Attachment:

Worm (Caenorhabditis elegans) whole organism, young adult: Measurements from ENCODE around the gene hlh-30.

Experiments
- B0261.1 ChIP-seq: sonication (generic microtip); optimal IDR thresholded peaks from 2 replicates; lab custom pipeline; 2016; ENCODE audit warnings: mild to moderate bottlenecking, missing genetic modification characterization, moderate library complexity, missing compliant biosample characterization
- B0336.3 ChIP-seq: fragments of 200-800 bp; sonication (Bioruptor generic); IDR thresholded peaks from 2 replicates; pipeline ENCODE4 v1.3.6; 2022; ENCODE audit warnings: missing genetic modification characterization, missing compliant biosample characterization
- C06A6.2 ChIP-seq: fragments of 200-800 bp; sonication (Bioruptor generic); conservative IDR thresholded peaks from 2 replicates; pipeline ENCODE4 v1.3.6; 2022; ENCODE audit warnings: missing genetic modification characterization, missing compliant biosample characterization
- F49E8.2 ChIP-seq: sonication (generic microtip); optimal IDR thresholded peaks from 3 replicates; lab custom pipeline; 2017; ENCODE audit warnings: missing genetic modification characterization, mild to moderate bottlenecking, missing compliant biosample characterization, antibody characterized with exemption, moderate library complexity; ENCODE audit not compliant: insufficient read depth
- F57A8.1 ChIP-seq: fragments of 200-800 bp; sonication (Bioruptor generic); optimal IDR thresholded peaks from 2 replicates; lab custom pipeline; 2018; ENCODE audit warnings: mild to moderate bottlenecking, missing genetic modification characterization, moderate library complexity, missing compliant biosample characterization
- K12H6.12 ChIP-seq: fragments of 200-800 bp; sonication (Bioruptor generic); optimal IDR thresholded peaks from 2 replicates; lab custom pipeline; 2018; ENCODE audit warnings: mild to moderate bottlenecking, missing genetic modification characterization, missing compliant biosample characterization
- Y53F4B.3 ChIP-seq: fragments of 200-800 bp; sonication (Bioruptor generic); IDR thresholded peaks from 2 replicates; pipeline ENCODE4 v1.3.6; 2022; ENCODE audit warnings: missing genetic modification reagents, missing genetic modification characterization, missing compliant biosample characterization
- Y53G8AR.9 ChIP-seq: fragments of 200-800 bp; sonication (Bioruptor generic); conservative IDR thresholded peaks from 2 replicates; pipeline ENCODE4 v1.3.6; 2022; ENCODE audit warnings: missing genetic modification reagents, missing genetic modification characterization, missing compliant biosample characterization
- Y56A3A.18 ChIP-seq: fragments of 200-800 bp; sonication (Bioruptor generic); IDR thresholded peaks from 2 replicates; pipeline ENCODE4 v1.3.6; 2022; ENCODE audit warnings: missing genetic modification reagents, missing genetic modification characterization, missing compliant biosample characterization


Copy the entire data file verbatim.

Worm (Caenorhabditis elegans) whole organism, young adult: Measurements from ENCODE around the gene hlh-30.

Experiments
- B0261.1 ChIP-seq: sonication (generic microtip); optimal IDR thresholded peaks from 2 replicates; lab custom pipeline; 2016; ENCODE audit warnings: mild to moderate bottlenecking, missing genetic modification characterization, moderate library complexity, missing compliant biosample characterization
- B0336.3 ChIP-seq: fragments of 200-800 bp; sonication (Bioruptor generic); IDR thresholded peaks from 2 replicates; pipeline ENCODE4 v1.3.6; 2022; ENCODE audit warnings: missing genetic modification characterization, missing compliant biosample characterization
- C06A6.2 ChIP-seq: fragments of 200-800 bp; sonication (Bioruptor generic); conservative IDR thresholded peaks from 2 replicates; pipeline ENCODE4 v1.3.6; 2022; ENCODE audit warnings: missing genetic modification characterization, missing compliant biosample characterization
- F49E8.2 ChIP-seq: sonication (generic microtip); optimal IDR thresholded peaks from 3 replicates; lab custom pipeline; 2017; ENCODE audit warnings: missing genetic modification characterization, mild to moderate bottlenecking, missing compliant biosample characterization, antibody characterized with exemption, moderate library complexity; ENCODE audit not compliant: insufficient read depth
- F57A8.1 ChIP-seq: fragments of 200-800 bp; sonication (Bioruptor generic); optimal IDR thresholded peaks from 2 replicates; lab custom pipeline; 2018; ENCODE audit warnings: mild to moderate bottlenecking, missing genetic modification characterization, moderate library complexity, missing compliant biosample characterization
- K12H6.12 ChIP-seq: fragments of 200-800 bp; sonication (Bioruptor generic); optimal IDR thresholded peaks from 2 replicates; lab custom pipeline; 2018; ENCODE audit warnings: mild to moderate bottlenecking, missing genetic modification characterization, missing compliant biosample characterization
- Y53F4B.3 ChIP-seq: fragments of 200-800 bp; sonication (Bioruptor generic); IDR thresholded peaks from 2 replicates; pipeline ENCODE4 v1.3.6; 2022; ENCODE audit warnings: missing genetic modification reagents, missing genetic modification characterization, missing compliant biosample characterization
- Y53G8AR.9 ChIP-seq: fragments of 200-800 bp; sonication (Bioruptor generic); conservative IDR thresholded peaks from 2 replicates; pipeline ENCODE4 v1.3.6; 2022; ENCODE audit warnings: missing genetic modification reagents, missing genetic modification characterization, missing compliant biosample characterization
- Y56A3A.18 ChIP-seq: fragments of 200-800 bp; sonication (Bioruptor generic); IDR thresholded peaks from 2 replicates; pipeline ENCODE4 v1.3.6; 2022; ENCODE audit warnings: missing genetic modification reagents, missing genetic modification characterization, missing compliant biosample characterization